In A Letter, A Jailed Woman Reveals Abuse And Ill-Treatment In Turkish Prison


Date posted: June 14, 2017

A letter by a jailed Turkish woman who wrote to her aunt from Konya prison revealed the ill-treatment of detainees who were subjected to abuse, inhuman and cruel treatment in Turkey’s detentions and prisons.

The letter, a copy of which was obtained by Stockholm Center for Freedom (SCF), details the woman’s ordeal from a home raid by six police officers to the detention in police station, from rushed arraignment hearing to the overcrowded jail cell.

The woman, her name was kept confidential by SCF, said she got detained on trumped charges on September 9, 2016 and questioned in the small guard room at the entrance of her apartment. She was later dragged to the police station where she was further interrogated for hours by four police officers without her attorney present during the questioning.


“For a month, we have neither seen the sun nor allowed to get an open air. We petitioned to the prison management asking them to allow us to go out in the yard for at least half an hour once a week, but turned down,” she stated.


“My interrogation went on despite I was feeling nauseous, exhausted and throwing out. My lawyer was not present. I was questioned again when my lawyer finally arrived at 23.00 pm,” she said in a handwritten letter dated October 8, 2016. The woman was taken to a doctor for medical examination for four times during the questioning but her grievances were not entered into the records and returned to the detention again.

Her processing was finally done at 3 am in the morning and placed in a detention room at the police station. “The detention place was dirty, perhaps 20 people, men and women, were holed up there, forced to share one toilet. Some got infection there… Two course of meals that appeared to have been prepared days in advance were served in cold. Some got food poisoning there,” she wrote.

The woman claimed she is innocent and there was no evidence to hold her under arrest during the arraignment hearing. Yet the judge ordered her formal arrest, placing her in a prison.

“I have been in Konya closed prison for a month now on the account of slander against me. Since there is no separate facility for the women in this prison, I was placed with ten other women in a cell that was built to accommodate only four,” she noted.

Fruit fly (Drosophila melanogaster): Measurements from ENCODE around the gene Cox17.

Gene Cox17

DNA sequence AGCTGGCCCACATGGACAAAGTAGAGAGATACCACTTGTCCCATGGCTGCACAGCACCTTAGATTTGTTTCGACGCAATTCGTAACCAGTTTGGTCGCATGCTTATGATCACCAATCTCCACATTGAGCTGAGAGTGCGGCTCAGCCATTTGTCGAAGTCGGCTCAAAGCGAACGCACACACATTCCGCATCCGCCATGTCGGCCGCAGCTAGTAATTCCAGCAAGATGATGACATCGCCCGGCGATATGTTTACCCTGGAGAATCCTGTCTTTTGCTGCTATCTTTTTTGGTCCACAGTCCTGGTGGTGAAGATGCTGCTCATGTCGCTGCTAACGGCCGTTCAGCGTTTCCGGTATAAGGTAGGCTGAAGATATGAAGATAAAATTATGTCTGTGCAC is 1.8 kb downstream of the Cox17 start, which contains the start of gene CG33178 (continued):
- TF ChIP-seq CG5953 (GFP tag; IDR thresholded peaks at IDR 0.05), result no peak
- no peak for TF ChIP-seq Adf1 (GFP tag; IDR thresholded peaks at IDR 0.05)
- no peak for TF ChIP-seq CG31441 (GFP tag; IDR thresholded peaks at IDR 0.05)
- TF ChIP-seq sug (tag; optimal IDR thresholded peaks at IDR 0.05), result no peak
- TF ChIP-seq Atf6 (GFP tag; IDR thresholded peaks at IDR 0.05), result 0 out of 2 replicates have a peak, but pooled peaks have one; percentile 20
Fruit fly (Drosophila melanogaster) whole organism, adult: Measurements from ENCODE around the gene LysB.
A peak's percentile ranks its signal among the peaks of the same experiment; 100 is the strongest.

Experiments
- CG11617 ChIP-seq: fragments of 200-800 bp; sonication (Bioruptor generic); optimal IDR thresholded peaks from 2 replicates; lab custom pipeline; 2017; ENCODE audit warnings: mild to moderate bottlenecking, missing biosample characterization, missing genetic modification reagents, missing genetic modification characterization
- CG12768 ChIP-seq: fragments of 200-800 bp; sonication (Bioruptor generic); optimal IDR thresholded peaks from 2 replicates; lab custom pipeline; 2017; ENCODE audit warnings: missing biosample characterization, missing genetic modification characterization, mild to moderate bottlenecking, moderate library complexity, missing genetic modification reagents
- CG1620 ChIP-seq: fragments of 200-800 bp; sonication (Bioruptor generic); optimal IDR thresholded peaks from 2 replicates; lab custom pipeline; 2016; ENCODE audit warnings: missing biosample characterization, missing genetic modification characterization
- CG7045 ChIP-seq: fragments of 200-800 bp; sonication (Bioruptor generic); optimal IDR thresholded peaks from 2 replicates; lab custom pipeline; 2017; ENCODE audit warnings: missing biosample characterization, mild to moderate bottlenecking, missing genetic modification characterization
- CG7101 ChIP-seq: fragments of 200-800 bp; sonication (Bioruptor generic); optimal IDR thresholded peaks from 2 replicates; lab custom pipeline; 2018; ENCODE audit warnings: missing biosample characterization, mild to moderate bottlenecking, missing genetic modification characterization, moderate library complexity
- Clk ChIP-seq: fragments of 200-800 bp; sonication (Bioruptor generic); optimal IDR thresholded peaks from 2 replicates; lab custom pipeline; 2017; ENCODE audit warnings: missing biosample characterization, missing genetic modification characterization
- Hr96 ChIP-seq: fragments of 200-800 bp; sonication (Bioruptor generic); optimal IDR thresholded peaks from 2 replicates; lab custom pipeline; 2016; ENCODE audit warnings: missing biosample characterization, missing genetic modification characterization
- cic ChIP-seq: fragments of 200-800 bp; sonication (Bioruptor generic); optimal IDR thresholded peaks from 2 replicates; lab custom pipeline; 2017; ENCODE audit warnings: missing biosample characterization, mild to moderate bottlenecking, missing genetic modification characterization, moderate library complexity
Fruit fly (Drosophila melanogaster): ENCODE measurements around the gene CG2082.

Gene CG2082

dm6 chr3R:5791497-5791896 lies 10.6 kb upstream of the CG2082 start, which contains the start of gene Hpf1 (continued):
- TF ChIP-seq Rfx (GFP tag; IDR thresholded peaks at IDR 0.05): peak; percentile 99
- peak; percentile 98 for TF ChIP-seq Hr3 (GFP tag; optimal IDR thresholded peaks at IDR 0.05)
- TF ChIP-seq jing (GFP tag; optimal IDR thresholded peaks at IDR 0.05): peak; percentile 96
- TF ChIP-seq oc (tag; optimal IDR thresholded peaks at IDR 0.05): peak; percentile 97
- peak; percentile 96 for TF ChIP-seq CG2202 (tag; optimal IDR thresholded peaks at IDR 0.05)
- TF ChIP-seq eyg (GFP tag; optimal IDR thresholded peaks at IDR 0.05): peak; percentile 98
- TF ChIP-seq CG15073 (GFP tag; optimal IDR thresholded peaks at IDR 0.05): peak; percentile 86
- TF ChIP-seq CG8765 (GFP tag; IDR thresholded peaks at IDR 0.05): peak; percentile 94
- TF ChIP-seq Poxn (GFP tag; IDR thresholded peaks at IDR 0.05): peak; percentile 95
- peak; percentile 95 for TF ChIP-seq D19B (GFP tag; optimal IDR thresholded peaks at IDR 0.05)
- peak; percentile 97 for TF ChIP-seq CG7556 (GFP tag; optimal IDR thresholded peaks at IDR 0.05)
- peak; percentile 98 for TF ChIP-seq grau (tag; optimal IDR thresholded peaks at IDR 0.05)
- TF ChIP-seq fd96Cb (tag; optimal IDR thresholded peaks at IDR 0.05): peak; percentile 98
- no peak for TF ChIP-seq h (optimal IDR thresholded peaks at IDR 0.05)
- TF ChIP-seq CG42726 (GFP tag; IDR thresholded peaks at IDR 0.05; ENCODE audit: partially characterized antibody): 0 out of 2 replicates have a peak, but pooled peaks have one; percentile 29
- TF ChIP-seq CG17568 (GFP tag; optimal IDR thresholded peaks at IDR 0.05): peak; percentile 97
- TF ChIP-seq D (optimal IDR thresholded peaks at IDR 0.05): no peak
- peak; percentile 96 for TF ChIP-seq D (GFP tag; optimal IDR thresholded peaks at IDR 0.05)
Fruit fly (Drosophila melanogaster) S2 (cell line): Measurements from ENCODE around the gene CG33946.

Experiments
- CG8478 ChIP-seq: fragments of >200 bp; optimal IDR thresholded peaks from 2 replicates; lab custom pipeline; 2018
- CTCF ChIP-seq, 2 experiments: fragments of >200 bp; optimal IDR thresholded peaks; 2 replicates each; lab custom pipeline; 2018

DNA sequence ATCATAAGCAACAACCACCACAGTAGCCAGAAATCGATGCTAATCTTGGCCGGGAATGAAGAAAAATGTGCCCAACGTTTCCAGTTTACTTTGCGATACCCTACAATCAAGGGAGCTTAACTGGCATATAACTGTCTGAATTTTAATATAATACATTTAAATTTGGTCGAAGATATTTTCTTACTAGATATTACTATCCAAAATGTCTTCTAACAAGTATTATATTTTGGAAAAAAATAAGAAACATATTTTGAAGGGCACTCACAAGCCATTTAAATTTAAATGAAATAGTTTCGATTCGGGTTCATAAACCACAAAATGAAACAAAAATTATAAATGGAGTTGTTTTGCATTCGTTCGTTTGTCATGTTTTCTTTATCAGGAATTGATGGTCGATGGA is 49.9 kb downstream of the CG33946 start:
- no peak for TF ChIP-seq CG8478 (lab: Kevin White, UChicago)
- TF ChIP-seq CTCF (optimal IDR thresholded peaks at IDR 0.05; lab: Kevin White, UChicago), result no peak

When more women were brought in, prison officials converted a classroom next to this cell and moved all women in this 24 square meters room. In all, 21 women incarcerated in this cell that had only ten beds and lacked any ventilation. “For a month, we have neither seen the sun nor allowed to get an open air. We petitioned to the prison management asking them to allow us to go out in the yard for at least half an hour once a week, but turned down,” she stated.


She also talked about a woman who has 20-days old baby in the same cell pending trial. She lamented that the woman and her baby could have been released if authorities had accepted her repeated pleas to get freed pending trial. Turkish officials did not even bother responding to these requests, she wrote.


The woman said they had no access to the laundry in the prison complex and instead forced to wash their dirty clothes by hand and put them up for a dry on a rope made out of the plastic bags in the cell. They were not given any fruit or vegetable for 17 days during the Muslim holiday season Aid –al-Adha. Their demands for utensil were denied.

The cell is humid and has a bad smell of sewer, the women said, adding to that hot water was rarely provided, forcing them to take cold showers. “For two weeks, we were not given any clean bed-sheets, covers and beds,” she recalled. They managed to purchase these items eventually at the prison canteen after repeated inquires.